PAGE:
For the record, I was on board with GM Mike Rizzo’s decision to shut down Stephen Strasburg in 2012 (though as a season ticket holder who experienced the soaring high of Werth’s Game 4 home run and the crushing disappointment the very next day, I’ll admit I wasn’t especially happy about it). Not only was Strasburg coming back from Tommy John surgery, but his 160 innings pitched was ALREADY nearly 40 more than he had thrown in any season as a professional. Stras was also showing signs of wearing down as September rolled around that year–in his last three starts he posted an ERA of 6.43.
Would the Nats have beaten the Cardinals has Stras been in the rotation? Well, say he wins Game 1, and then Game 2 follows the same script–Gio walks the whole stadium but the Nats somehow pull out a win. Then Z-nn and Jackson would have had their own bad outings in Games 3 & 4 instead of Games 2 & 3 (Detwiler would have been in the pen), so the series likely would have gone to Game 5 anyway. Is a way-overextended Stras then better able than Gio was to hold the Cardinals down after getting the early 6-0 lead? Does Z-nn throw smoke in the 7th inning as he did in 7th inning of Game 4 of the real series? Does that then mean Clippard and Storen (or maybe even somebody else) get to protect a 7-1 lead instead of a 7-4 lead, resulting in an easy win instead of a crushing defeat? We’ll never know.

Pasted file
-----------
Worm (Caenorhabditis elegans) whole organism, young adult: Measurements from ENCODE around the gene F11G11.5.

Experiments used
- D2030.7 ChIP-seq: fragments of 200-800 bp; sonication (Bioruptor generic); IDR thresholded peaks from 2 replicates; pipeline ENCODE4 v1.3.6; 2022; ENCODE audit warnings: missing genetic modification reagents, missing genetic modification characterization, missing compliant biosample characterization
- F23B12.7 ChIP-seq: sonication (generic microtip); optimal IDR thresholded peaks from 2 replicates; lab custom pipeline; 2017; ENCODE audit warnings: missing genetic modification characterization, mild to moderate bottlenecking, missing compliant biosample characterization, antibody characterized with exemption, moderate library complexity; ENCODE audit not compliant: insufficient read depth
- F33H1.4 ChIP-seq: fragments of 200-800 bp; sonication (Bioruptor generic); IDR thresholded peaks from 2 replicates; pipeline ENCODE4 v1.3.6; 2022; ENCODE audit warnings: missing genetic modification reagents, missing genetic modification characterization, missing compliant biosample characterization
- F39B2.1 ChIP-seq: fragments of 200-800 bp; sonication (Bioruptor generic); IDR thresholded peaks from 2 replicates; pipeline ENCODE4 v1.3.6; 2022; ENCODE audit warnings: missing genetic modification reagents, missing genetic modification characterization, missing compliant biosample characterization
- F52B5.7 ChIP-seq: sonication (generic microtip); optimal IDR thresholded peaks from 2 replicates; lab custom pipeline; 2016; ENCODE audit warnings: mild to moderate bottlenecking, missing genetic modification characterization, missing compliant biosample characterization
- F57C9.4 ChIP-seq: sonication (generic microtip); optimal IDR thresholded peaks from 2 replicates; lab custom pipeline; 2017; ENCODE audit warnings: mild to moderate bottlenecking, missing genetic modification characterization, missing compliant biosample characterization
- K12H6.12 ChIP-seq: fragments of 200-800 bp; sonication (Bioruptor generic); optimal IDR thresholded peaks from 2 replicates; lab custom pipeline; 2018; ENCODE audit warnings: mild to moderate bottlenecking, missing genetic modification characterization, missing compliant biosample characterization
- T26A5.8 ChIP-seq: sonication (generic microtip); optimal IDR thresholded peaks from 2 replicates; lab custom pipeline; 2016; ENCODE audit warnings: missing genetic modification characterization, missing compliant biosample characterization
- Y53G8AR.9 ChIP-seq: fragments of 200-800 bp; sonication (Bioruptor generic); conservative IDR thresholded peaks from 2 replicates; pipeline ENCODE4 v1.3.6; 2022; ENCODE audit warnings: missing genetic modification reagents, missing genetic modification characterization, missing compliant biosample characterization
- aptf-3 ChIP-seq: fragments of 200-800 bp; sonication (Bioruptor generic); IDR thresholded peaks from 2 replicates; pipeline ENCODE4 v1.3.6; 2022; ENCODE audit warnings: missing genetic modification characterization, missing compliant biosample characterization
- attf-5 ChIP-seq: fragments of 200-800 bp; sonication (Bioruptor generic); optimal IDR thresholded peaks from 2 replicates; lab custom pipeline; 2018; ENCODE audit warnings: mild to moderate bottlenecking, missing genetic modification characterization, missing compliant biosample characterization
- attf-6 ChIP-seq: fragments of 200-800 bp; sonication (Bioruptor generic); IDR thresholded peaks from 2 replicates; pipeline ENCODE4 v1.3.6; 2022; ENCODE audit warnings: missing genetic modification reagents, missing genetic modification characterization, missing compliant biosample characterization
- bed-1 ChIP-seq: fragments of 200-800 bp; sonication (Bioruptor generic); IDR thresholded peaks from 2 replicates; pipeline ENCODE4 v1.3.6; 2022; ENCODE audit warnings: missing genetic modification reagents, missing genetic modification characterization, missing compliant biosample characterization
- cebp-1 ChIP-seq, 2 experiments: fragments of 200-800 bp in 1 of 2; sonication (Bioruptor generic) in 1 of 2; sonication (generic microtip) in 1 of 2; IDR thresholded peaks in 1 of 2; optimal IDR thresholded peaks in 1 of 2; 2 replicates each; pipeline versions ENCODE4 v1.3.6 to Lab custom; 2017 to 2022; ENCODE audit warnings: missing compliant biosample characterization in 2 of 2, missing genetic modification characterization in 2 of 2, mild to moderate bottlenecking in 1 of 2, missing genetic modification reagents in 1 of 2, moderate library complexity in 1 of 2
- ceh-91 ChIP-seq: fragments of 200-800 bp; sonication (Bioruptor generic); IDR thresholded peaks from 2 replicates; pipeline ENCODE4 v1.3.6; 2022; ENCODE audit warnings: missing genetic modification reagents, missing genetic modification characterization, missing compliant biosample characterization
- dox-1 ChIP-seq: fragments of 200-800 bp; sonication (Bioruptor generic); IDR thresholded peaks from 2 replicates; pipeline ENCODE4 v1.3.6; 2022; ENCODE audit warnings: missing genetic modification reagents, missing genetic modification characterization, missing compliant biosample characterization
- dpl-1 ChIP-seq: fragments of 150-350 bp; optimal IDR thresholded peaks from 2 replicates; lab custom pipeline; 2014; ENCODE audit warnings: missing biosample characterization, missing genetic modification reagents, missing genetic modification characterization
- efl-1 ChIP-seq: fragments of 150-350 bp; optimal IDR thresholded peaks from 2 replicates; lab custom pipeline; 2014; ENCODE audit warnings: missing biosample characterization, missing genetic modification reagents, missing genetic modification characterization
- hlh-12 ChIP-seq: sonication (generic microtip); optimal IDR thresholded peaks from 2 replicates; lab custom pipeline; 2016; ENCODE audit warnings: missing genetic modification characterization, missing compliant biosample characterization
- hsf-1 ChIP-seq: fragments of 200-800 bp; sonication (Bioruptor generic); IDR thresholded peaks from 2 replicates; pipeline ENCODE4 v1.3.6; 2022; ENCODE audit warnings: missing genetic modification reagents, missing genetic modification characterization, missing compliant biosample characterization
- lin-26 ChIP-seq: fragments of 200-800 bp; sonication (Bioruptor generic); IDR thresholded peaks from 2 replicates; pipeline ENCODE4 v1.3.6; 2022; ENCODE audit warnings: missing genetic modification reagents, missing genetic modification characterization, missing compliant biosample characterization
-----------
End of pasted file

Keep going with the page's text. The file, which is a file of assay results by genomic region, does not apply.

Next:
What we do know is that the Nats chose not to risk re-injuring Strasburg, and subsequently he was available to be a horse this year, starting 33 games so far and throwing 209 innings already. His 235 Ks lead the NL and his recent dominance (1.34 ERA, 33 Ks, 2 BBs in his last 5 starts), suggest an evolving ace who could match Clayton Kershaw or Adam Wainwright pitch for pitch in the NLCS, assuming the Nats reach the second round of the playoffs.
The haters claimed that championship chances come along so rarely that a team needs to go “all in” every time one comes along. As it has turned out, the championship “window” for this current group of Nats’ players is likely to be framed at 2012-2015 before free agency defections begin to force some retooling (not to say they won’t still have enough talent to at least contend in Strasburg’s “contract season” of 2016, assuming he’s not traded). They are now in year 3 of that window and so far have two divisional titles to show for it (which, BTW, is one more outright division title than the franchise had won its first 42 years of existence). The shutdown haters piled on last year when the team missed the playoffs, but as October 2014 approaches the Nats are right where GM Mike Rizzo likely figured they would be when he made the decision to protect his most important asset two years ago–not only division title winners, but a favorite to get to the World Series.
Though it still isn’t really fair, I believe nothing short of a World Series appearance with Strasburg having a dominant postseason run will finally quiet those critics down. And if the Nats win it all, Rizzo would then be within his rights to go around to every sportswriter and teevee shouting head who dog piled on him for the shutdown and yell, “in your FACE!”
Tomorrow I’m going to discuss two other teams who soon could possibly face the very same dilemma the Nats did in 2012. If so, will the “debate” be so heated then?